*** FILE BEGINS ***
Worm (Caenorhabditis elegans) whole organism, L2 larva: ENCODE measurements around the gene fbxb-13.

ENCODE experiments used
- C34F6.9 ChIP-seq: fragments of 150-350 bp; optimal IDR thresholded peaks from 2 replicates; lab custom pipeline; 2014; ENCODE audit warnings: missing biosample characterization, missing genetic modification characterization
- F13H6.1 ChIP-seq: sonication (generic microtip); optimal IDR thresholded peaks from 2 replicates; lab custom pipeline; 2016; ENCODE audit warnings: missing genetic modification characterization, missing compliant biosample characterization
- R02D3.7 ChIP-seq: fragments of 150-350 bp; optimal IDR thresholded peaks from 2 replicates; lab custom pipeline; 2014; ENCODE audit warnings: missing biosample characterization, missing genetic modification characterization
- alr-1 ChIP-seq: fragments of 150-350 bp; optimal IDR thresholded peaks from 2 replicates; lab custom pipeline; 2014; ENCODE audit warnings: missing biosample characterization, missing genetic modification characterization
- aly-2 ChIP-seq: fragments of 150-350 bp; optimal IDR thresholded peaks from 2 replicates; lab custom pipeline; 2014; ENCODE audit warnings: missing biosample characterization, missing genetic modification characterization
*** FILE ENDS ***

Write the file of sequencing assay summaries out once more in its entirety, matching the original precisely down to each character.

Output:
Worm (Caenorhabditis elegans) whole organism, L2 larva: ENCODE measurements around the gene fbxb-13.

ENCODE experiments used
- C34F6.9 ChIP-seq: fragments of 150-350 bp; optimal IDR thresholded peaks from 2 replicates; lab custom pipeline; 2014; ENCODE audit warnings: missing biosample characterization, missing genetic modification characterization
- F13H6.1 ChIP-seq: sonication (generic microtip); optimal IDR thresholded peaks from 2 replicates; lab custom pipeline; 2016; ENCODE audit warnings: missing genetic modification characterization, missing compliant biosample characterization
- R02D3.7 ChIP-seq: fragments of 150-350 bp; optimal IDR thresholded peaks from 2 replicates; lab custom pipeline; 2014; ENCODE audit warnings: missing biosample characterization, missing genetic modification characterization
- alr-1 ChIP-seq: fragments of 150-350 bp; optimal IDR thresholded peaks from 2 replicates; lab custom pipeline; 2014; ENCODE audit warnings: missing biosample characterization, missing genetic modification characterization
- aly-2 ChIP-seq: fragments of 150-350 bp; optimal IDR thresholded peaks from 2 replicates; lab custom pipeline; 2014; ENCODE audit warnings: missing biosample characterization, missing genetic modification characterization